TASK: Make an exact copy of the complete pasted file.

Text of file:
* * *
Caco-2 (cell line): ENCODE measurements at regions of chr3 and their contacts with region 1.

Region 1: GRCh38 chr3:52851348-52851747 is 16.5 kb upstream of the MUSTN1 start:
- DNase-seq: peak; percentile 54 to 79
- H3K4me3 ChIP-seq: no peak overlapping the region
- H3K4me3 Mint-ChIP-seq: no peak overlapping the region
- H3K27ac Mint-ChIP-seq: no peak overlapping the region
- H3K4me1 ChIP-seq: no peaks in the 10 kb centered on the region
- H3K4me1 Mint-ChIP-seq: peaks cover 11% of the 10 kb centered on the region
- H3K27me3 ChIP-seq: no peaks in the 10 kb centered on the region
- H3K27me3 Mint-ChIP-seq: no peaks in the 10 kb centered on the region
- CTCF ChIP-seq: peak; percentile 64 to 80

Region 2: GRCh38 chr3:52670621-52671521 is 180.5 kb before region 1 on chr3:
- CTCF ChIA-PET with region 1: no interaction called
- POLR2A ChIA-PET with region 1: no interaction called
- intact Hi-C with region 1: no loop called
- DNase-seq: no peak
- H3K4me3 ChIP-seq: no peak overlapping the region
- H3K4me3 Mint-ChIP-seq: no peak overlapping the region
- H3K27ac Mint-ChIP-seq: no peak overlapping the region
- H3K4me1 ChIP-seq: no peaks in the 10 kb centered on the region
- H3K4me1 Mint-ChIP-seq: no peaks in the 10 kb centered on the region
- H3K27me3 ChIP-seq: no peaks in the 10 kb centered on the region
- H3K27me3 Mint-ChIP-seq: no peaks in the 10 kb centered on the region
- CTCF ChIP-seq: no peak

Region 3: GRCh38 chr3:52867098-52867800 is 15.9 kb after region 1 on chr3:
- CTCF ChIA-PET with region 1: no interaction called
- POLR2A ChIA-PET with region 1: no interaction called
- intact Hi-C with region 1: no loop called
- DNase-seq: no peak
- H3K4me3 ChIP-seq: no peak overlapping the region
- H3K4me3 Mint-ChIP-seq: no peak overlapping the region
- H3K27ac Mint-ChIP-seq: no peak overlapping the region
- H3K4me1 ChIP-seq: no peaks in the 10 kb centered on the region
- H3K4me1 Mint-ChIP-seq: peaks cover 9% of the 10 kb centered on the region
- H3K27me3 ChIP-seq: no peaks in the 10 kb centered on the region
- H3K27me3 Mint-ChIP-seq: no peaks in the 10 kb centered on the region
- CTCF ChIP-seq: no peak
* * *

Caco-2 (cell line): ENCODE measurements at regions of chr3 and their contacts with region 1.

Region 1: GRCh38 chr3:52851348-52851747 is 16.5 kb upstream of the MUSTN1 start:
- DNase-seq: peak; percentile 54 to 79
- H3K4me3 ChIP-seq: no peak overlapping the region
- H3K4me3 Mint-ChIP-seq: no peak overlapping the region
- H3K27ac Mint-ChIP-seq: no peak overlapping the region
- H3K4me1 ChIP-seq: no peaks in the 10 kb centered on the region
- H3K4me1 Mint-ChIP-seq: peaks cover 11% of the 10 kb centered on the region
- H3K27me3 ChIP-seq: no peaks in the 10 kb centered on the region
- H3K27me3 Mint-ChIP-seq: no peaks in the 10 kb centered on the region
- CTCF ChIP-seq: peak; percentile 64 to 80

Region 2: GRCh38 chr3:52670621-52671521 is 180.5 kb before region 1 on chr3:
- CTCF ChIA-PET with region 1: no interaction called
- POLR2A ChIA-PET with region 1: no interaction called
- intact Hi-C with region 1: no loop called
- DNase-seq: no peak
- H3K4me3 ChIP-seq: no peak overlapping the region
- H3K4me3 Mint-ChIP-seq: no peak overlapping the region
- H3K27ac Mint-ChIP-seq: no peak overlapping the region
- H3K4me1 ChIP-seq: no peaks in the 10 kb centered on the region
- H3K4me1 Mint-ChIP-seq: no peaks in the 10 kb centered on the region
- H3K27me3 ChIP-seq: no peaks in the 10 kb centered on the region
- H3K27me3 Mint-ChIP-seq: no peaks in the 10 kb centered on the region
- CTCF ChIP-seq: no peak

Region 3: GRCh38 chr3:52867098-52867800 is 15.9 kb after region 1 on chr3:
- CTCF ChIA-PET with region 1: no interaction called
- POLR2A ChIA-PET with region 1: no interaction called
- intact Hi-C with region 1: no loop called
- DNase-seq: no peak
- H3K4me3 ChIP-seq: no peak overlapping the region
- H3K4me3 Mint-ChIP-seq: no peak overlapping the region
- H3K27ac Mint-ChIP-seq: no peak overlapping the region
- H3K4me1 ChIP-seq: no peaks in the 10 kb centered on the region
- H3K4me1 Mint-ChIP-seq: peaks cover 9% of the 10 kb centered on the region
- H3K27me3 ChIP-seq: no peaks in the 10 kb centered on the region
- H3K27me3 Mint-ChIP-seq: no peaks in the 10 kb centered on the region
- CTCF ChIP-seq: no peak